Oh, Why Did I Eat the Ribs? by Dan Shapiro
A SURREAL CULINARY NIGHTMARE at 30,000 Feet
It was just after the final security checkpoint at Ngurah Rai International Airport when the cold sweat kicked in on a warm, humid September evening.
Two weeks of stunning Indonesian sunsets along the west coast of Bali were coming to an end. A fortnight of elaborate adventures — boat trips in the Indian Ocean, excursions into the rice paddies of Ubud, hikes down the steep cliffs of Uluwatu — had reached a natural close. But the frigid beads of sweat breaking from my tanned pate set off an instantaneous alarm; my immune system was failing, and there was nothing I could do without triggering the alarms of the already suspicious Southeast Asian airport security.
Trying to ignore the signals from my body that something was very, very wrong, while attempting to keep my composure in front of the armed guards and airline staff, I calmly walked out of the waiting hall, onto the tarmac, and boarded Korean Air Flight 634 to Seoul. And while I wasn’t quite certain, there was definitely a clear warning sign from my curdling guts, a raging distress call from my rumbling bowels, that the next seven hours might be a bit painful.
I just never expected it would be the ribs that would get the best of me…
The Bringer of War
Just hours before arriving at the airport for the red-eye to Korea, I was toasting Bintang beers on the final night of an elaborate Bali vacation.
Spending the first ten days with just my girlfriend, a guitar, and the crashing waves of the ocean, the last few evenings were spent in the confines of a private two-room villa, jointly rented with a dear friend and his lady.
As a parting gesture, the four of us convened at Naughty Nuri’s, a well-known spot on the island, famous for its American-style baby-back ribs. Pork is at a premium in the mostly-Muslim Indonesia. Actually, aside from Bali, which is historically and predominantly Hindu, pork is rarely found on the Indonesian archipelago and its 13,000 islands. The four of us used the opportunity to feast on juicy, tender swine.
But, what started out as a celebratory meal, with racks-upon-racks of barbecue-smothered ribs, and traditional sides of coleslaw and potato wedges, would ultimately take a serious turn for the worse. It had to be the ribs that caused the reaction in the airport; I had no other choice but to take my seat on the plane without raising red flags in a country where foreign lives come and go, cheaply.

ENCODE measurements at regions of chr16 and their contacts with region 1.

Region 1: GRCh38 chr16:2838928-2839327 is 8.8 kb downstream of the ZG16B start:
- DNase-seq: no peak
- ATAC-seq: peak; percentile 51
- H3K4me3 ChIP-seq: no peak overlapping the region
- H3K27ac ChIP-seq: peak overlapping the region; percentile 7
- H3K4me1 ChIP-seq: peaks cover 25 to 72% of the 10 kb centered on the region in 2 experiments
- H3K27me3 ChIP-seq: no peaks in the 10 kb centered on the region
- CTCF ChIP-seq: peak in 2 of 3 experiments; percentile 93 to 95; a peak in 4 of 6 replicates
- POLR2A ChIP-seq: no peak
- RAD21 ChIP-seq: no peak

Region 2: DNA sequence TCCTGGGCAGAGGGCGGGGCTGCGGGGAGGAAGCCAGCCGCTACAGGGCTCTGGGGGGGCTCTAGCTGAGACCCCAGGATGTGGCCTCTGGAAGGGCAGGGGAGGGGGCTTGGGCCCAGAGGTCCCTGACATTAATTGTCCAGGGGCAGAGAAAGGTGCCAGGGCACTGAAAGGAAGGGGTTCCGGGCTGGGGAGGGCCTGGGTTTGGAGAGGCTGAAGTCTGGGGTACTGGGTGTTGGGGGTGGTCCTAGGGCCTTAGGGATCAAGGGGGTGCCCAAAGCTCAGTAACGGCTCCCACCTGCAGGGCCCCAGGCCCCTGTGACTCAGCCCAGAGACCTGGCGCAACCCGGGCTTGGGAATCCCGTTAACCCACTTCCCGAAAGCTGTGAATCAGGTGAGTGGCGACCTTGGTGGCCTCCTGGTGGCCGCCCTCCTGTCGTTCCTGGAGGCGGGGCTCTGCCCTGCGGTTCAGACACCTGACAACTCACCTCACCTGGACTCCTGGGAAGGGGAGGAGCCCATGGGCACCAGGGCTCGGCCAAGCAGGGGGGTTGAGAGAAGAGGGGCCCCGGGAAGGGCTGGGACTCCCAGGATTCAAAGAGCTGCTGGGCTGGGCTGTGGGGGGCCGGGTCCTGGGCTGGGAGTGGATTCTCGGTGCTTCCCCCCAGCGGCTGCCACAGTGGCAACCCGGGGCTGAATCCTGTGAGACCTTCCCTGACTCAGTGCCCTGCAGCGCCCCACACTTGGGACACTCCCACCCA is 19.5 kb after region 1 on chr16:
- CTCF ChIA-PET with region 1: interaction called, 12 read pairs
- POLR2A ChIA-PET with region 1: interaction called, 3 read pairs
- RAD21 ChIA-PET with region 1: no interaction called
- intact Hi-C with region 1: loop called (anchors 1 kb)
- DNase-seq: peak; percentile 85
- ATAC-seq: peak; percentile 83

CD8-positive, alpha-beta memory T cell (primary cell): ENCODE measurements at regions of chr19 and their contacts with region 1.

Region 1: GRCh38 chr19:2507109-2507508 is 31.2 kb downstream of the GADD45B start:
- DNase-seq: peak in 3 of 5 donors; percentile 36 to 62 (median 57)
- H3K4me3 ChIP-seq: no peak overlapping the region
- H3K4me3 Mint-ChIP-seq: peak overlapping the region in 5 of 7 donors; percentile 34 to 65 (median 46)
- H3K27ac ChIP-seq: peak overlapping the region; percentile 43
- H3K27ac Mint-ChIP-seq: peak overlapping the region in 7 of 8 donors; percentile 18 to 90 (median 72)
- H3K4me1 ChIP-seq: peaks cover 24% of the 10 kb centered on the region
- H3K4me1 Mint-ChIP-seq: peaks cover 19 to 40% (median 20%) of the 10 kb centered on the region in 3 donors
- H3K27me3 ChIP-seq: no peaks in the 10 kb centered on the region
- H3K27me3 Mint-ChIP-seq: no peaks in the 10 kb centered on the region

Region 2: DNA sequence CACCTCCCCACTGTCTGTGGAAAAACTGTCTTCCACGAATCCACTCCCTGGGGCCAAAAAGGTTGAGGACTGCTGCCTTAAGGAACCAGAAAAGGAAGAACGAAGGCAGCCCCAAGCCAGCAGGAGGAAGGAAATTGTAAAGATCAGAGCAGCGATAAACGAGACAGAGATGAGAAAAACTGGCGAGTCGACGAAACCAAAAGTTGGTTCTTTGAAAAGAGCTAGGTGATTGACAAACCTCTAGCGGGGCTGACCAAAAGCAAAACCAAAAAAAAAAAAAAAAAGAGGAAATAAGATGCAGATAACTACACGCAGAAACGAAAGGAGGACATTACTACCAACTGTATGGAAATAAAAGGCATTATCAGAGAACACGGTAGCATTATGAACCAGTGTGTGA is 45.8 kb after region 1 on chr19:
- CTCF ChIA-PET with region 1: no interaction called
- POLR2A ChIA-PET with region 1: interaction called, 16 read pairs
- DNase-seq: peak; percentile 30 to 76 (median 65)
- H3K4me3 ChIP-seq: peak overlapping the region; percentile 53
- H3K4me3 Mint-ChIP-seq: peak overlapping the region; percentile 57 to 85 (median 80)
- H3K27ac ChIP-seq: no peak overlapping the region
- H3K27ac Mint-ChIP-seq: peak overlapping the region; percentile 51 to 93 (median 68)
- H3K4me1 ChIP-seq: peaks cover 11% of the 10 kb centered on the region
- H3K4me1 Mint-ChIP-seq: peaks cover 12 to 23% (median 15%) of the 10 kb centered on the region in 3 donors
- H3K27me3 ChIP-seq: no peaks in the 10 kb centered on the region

Fortunately for me, I was seated along the aisle.
The Bringer of Peace
Once boarded and fastened snuggly in my seat, the queasiness seemed to subside, temporarily.
The uneasiness of my percolating stomach briefly stopped just long enough for the stewardesses, dressed in outlandish aquamarine outfits and hats, to go over safety features and procedures before taking off. The first 25 minutes were calm. But then the sweat returned, moist bubbles perspiring, first from my brow, and then at the base of my neck.
It’s a psychosomatic reaction. It must be; the chills, the gradual lightening of my skin from a deep bronze to a shade lighter, and slightly more yellow, than my natural complexion. Ignoring all the obvious indicators my body was sending out, I braved the choppy skies, finding a blissful calm as we passed the Equator.
Hoping to fool myself into health, my mind wandered back to Uluwatu and the Alila Villas. It was there, at The Warung, where we enjoyed a majestic dinner overlooking the ocean from the Island’s southern tip.
Still unfamiliar with Balinese cuisine, my girlfriend and I enlisted the waitstaff to help us select the perfect items from the menu. From the moment they delivered the elaborate sambal tray — which was designed to resemble a congklak board, a traditional children’s game with rows of circular discs — the experience was touching.
From the green and red sambals to the spices and chutneys, the immense and intense flavors exploded in my mouth, exciting my senses. Never before had I tasted such flavors, and immediately I understood why the explorers and colonials took aim at Indonesia. There’s just something about the rich soil and climate that produces such robust and distinct mouthfuls.
Remembering the bold flavors, I began to salivate, just a bit. Drastically, the memory turned, as the alkaline built up along the inside of my lower lip and throat.
Alarmed. Instantly. I carefully, but swiftly, stood up from my seat, assessed the aisles and bathroom situation, and walked forward 10 rows to the nearest lavatory. And with barely enough time to open the door and prop up the lid of the commode, I spewed my guts, pork ribs and all, into the depths of the Airbus A330 as the plane approached the 15th parallel.
Perhaps it was just nerves. Flying never was my favorite. But the sweat returned, and intensified, as I took my seat. My girlfriend looked frightened by the sight of my balmy, moist skin.
The Winged Messenger
With seal broken, I knew it was only a matter of time before I’d be back in the loo, cursing myself, the ribs, the plane, and the Korean stewardesses. Nothing was really wrong though, the majority of the flight still remained, so there was no way that I was actually sick.